Nvidia and Bosch team up on self-driving car AI supercomputer

Nvidia’s new partner in bringing AI-powered self-driving tech to the masses definitely has the experience needed to go truly mass-market – it’s Bosch, leading tier one auto industry supplier. Bosch will build an AI supercomputer designed for use in vehicles using Nvidia tech, which means Nvidia now has a partner that works as a tier one supplier to all major car maker in the world.

It’s only the latest partner for Nvidia’s AI-powered self-driving car tech, which also include automakers like Audi and Mercedes-Benz, but it’s the one that could potentially have the most impact in terms of giving Nvidia reach and influence across the industry. Bosch, the german company whose product portfolio ranges from home appliance, to infotainment solutions, to virtually everything in between.

This is the kind of strategic tie-up that lets both partners do what they do best – Nvidia can focus on developing the core AI supercomputing tech, and Bosch can provide relationships and sales operations that offer true scale and reach.

 Nvidia’s deep learning model does not depend on specific rules being coded for each individual situation; instead, it provides the systems with a number of examples from human behavior, and then the AI can determine on its own what to do in specific scenarios. The mid-step implementation of this tech is Nvidia’s AI co-pilot, which will allow the vehicle to work with a human driver to understand where their attention is directed and provide warnings about undetected hazards, as well as read a driver’s lips and use audio cues to understand commands regardless of the in-vehicle noise environment.

Bosch’s super computer will use Nvidia’s Drive PX line with Xavier architecture, which is the world’s first single-chip processor that can manage Level 4 autonomous driving capabilities.

Carbon moves into high-volume manufacturing with SpeedCell system, and bigger 3D printers

Additive manufacturing startup Carbon is on a mission to help manufacturers and designers cut their costs, waste less energy and materials while speeding up the time it takes to get from concept to product on the market. The company, which has raised $221 million in venture capital, is firing up a new service aimed at contract manufacturers, and other high volume manufacturing businesses, called SpeedCell, which includes an industrial sized version of its 3D printer and software that enables the use fleets of internet-connected Carbon 3D machines.

According to Carbon CEO and cofounder Joseph M. DeSimone, customer and partner requests from the likes of the BMW Group, GE, Sculpteo, The Technology House and others, pushed Carbon to develop machines for mass-production. “Once you have a real part that doesn’t look like a 3d-printed part, but has a smooth surface finish and the right mechanical properties, then what happens is people want lots of those parts,” he said.

Earlier, Carbon’s M1 3D printers became famous in tech and manufacturing for a couple of reasons. For one, they work with resins and “continuous liquid interface printing” technology, meaning they form objects with the same kind of strength you’d see in traditional thermoplastics. Secondly, they print ultra-fast when compared to peers. And finally, they are available on a subscription basis so smaller manufacturers and industrial design studios can afford them, and don’t have to worry about paying for equipment upgrades when new versions are released.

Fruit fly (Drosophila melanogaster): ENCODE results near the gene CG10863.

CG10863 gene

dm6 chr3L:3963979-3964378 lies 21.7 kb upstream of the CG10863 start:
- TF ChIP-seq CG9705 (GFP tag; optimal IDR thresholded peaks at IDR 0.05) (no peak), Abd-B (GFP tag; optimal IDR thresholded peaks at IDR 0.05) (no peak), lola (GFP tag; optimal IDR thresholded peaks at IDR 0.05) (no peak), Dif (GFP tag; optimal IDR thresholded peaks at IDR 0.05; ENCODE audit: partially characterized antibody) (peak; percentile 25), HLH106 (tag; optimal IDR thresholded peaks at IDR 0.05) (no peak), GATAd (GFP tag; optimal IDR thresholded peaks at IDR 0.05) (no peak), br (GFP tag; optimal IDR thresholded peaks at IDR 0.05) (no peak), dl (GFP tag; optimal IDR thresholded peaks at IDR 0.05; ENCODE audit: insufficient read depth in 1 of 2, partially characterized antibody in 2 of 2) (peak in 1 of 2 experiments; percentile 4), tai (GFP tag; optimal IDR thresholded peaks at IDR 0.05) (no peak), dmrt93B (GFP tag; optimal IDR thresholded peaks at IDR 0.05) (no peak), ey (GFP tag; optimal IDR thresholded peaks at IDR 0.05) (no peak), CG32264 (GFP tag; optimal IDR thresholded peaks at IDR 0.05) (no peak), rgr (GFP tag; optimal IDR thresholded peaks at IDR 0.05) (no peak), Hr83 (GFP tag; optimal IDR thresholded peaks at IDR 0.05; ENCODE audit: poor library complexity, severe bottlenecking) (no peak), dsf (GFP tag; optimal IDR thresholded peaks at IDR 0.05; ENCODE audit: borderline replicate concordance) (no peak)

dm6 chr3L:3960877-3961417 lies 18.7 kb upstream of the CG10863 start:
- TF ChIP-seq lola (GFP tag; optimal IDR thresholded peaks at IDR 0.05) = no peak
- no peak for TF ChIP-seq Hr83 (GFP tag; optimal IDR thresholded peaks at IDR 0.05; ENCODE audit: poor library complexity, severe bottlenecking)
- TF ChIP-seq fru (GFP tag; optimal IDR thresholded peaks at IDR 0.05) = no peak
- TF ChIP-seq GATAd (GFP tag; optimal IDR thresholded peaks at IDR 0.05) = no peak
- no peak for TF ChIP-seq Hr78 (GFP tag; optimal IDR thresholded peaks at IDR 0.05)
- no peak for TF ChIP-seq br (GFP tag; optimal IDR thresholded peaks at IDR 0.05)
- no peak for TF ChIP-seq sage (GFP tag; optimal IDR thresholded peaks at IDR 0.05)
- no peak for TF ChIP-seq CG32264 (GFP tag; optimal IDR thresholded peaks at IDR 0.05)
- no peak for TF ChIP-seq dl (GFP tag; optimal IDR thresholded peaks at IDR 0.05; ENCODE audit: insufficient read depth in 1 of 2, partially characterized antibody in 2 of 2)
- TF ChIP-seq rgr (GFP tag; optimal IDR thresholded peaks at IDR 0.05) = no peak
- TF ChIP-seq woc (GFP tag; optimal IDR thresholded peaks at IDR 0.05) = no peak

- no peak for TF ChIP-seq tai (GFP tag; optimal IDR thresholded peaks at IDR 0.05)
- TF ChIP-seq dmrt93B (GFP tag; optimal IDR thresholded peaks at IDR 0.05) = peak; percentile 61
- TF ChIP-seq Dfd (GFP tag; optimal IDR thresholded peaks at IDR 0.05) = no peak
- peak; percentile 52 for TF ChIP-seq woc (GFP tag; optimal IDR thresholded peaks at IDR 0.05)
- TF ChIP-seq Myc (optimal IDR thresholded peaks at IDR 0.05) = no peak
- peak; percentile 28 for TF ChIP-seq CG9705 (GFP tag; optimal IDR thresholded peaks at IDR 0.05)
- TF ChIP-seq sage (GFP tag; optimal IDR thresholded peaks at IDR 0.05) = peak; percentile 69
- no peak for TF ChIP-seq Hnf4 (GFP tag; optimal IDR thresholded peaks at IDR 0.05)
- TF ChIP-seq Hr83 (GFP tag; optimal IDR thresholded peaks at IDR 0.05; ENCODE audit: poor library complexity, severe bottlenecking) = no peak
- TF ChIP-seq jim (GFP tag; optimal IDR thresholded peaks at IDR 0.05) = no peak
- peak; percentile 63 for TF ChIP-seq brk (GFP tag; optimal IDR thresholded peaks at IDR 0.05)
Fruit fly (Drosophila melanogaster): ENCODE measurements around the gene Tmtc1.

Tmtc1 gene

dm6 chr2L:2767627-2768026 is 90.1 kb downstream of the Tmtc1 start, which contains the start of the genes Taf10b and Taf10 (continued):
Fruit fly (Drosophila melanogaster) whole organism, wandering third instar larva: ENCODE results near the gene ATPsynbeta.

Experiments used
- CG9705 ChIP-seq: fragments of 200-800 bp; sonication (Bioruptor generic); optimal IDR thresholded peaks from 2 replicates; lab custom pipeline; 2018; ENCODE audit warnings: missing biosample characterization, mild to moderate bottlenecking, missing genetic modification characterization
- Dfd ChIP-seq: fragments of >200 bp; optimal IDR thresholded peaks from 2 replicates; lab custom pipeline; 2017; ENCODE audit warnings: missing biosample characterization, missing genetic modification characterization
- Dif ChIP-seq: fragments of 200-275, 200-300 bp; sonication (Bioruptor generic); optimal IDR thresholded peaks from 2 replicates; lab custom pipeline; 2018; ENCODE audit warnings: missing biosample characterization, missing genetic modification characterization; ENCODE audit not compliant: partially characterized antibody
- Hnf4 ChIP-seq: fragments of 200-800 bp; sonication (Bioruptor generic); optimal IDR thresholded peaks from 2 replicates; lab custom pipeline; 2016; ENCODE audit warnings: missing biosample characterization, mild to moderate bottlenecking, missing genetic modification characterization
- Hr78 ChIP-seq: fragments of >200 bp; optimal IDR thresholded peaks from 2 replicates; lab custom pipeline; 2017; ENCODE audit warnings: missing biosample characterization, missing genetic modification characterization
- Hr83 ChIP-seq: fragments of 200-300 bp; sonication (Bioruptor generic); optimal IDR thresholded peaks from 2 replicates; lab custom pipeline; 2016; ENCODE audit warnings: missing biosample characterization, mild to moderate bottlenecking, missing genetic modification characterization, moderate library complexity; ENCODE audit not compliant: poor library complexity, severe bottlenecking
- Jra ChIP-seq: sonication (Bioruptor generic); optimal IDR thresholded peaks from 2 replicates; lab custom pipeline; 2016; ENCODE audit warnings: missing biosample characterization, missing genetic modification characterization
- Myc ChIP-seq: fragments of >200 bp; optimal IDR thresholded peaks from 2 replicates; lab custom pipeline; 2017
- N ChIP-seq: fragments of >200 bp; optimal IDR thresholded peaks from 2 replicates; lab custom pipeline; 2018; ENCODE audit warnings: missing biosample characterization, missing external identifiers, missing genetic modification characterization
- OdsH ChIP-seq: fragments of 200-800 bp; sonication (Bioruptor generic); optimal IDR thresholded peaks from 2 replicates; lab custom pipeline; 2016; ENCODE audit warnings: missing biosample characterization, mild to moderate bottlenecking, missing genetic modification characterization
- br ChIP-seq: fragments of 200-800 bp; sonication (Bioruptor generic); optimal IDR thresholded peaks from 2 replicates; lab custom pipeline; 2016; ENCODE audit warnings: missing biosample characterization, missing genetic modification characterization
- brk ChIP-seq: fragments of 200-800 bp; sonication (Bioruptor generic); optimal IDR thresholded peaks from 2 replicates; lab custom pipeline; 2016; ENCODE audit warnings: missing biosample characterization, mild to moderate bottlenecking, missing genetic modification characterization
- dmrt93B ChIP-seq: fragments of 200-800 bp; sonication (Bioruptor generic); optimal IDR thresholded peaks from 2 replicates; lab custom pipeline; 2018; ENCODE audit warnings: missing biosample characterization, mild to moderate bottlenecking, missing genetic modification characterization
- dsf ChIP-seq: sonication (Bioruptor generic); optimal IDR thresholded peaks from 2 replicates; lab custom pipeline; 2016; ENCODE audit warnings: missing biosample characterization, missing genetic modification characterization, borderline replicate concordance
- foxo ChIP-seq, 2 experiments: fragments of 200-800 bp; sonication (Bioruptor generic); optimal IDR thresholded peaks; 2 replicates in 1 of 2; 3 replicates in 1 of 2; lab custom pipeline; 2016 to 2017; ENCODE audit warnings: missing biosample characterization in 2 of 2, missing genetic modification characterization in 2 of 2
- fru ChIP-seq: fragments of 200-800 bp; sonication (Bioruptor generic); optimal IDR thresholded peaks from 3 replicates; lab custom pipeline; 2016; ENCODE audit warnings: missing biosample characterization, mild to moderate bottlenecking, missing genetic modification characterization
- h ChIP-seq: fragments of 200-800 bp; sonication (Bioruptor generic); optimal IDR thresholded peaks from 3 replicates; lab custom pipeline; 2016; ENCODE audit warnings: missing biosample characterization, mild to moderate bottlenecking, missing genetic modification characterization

The new M2 printers from Carbon, which are part of its SpeedCell system, have twice the build-area and therefore build volume of the M1 printer. That means users can make more parts per run or bigger parts than they previously could with Carbon. The M2’s were also designed to interface with robots, which are increasingly being added to factory operations. “You could have a fleet of printers serviced by robot-mechanics,” DeSimone said. And the M2 printers have expansion ports allowing Carbon users to plug in new that can add capabilities to the printers down the line.

With the launch of SpeedCell, Carbon is also taking the wraps off something called the Smart Part Washer. This machine helps users move freshly printed parts into a washer where they can be serialized, and data-scanned. This means manufacturers can automatically keep a record of which printer, day and location made a particular object, which resin was used and more. The washer will Carbon’s service particularly useful for the creation of medical products, and other items that require careful tracking of their provenance to satisfy safety regulations.

A Link to the Past

I chalked this up to the usual pre-release silliness; how could a brand-new game be anything like something released in 1986? It turns out I’d underestimated both Nintendo’s candor (understandable) and the timelessness of the first Zelda’s design. This leads to a strange paradox: That Breath of the Wild is so like its ancient ancestor makes it both the most Nintendo game in a long time and the least Nintendo game in a long time. Perhaps, after years of limping, the company has once more found its stride.

The similarities are striking. In both games, you begin in a rocky, forested wilderness with nothing but the clothes on your back and hardly any idea what you are to do. In a cave near your place of rebirth (in the original, it’s where you’d appear if you’d die; in BotW, it’s where you are literally reborn) you find a friendly old man by a fire who sends you on your way (he doesn’t give you a sword, but he does give you an important item later, and advises you on finding a weapon).

Armed thus in the most scanty fashion, you charge forth into the unmapped wilderness, where monsters swarm, countless secrets hide in the landscape, and a nebulously articulated quest beckons you forth from biome to biome and dungeon to dungeon.

One could say some of these things about a number of Zelda games, of course, but Breath of the Wild takes these parallels much further than any other.